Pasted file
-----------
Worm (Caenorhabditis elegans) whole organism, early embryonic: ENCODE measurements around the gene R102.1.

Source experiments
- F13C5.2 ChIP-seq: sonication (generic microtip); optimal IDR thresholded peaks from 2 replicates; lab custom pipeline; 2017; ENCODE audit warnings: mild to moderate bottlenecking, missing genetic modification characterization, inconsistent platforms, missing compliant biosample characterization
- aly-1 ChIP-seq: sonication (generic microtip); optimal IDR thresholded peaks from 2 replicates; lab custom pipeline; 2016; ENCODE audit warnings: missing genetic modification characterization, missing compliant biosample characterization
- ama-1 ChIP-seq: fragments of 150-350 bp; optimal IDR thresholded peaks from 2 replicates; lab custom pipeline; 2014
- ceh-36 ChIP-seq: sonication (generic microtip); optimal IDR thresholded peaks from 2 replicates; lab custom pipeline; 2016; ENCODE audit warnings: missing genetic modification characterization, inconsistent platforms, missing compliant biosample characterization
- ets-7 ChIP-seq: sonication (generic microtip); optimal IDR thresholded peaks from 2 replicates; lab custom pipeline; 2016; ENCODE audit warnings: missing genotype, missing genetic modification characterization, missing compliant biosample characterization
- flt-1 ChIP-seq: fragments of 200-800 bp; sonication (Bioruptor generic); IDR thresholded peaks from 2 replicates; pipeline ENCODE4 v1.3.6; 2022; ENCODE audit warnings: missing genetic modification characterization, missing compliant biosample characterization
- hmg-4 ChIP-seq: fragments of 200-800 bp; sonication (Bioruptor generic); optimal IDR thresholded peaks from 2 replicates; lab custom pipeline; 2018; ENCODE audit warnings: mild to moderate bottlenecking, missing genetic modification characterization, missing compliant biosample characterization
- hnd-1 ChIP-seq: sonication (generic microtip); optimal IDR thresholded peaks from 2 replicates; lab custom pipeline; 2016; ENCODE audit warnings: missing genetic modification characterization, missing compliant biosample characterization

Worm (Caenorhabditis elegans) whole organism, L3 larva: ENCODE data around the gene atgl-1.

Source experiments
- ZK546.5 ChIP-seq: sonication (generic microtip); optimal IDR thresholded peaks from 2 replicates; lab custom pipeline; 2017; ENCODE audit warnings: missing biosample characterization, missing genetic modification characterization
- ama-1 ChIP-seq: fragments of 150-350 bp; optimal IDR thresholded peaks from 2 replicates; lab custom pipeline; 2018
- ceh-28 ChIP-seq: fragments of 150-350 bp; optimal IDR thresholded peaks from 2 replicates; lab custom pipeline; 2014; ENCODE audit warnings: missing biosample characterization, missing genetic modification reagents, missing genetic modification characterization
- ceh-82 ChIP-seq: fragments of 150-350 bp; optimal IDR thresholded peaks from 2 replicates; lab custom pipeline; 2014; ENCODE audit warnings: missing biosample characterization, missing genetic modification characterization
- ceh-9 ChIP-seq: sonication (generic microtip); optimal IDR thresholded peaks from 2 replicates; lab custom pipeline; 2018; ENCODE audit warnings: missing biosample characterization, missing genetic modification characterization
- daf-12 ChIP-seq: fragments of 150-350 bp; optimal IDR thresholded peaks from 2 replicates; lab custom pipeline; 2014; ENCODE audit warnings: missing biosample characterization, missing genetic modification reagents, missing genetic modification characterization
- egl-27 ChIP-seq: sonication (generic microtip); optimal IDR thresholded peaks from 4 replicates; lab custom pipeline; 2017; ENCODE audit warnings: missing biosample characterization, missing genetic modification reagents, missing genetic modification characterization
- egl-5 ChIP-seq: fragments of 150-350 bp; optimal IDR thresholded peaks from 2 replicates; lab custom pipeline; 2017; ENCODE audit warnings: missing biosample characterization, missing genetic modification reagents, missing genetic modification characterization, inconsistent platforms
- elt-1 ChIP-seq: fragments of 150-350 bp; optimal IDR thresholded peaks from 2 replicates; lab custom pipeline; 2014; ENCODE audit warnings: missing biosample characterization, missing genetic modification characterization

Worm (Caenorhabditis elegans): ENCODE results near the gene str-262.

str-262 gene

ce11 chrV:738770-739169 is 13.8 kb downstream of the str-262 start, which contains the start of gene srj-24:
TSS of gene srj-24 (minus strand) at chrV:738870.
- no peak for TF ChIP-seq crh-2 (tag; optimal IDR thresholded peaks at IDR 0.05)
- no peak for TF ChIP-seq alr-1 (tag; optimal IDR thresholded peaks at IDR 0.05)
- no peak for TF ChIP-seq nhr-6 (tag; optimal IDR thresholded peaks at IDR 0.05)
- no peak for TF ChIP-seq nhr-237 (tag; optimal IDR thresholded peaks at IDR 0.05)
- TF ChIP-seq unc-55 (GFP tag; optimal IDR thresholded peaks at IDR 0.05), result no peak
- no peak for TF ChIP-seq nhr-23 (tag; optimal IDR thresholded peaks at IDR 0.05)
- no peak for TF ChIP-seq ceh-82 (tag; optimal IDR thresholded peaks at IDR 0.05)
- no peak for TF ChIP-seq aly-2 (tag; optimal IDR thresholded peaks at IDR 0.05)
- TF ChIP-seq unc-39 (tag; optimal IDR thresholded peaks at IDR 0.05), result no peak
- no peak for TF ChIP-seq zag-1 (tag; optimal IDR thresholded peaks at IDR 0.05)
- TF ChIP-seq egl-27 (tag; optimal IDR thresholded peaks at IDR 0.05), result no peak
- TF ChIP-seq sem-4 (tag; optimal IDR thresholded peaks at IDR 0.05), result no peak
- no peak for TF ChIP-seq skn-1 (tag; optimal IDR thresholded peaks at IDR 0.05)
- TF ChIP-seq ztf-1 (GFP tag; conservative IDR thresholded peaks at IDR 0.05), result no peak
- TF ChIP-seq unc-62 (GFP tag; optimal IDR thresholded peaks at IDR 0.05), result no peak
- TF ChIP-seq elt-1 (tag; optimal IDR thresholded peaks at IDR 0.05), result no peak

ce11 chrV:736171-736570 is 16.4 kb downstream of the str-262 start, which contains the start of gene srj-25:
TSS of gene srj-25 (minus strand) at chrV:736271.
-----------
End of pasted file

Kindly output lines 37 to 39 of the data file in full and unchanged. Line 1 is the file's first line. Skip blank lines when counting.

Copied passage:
- TF ChIP-seq sem-4 (tag; optimal IDR thresholded peaks at IDR 0.05), result no peak
- no peak for TF ChIP-seq skn-1 (tag; optimal IDR thresholded peaks at IDR 0.05)
- TF ChIP-seq ztf-1 (GFP tag; conservative IDR thresholded peaks at IDR 0.05), result no peak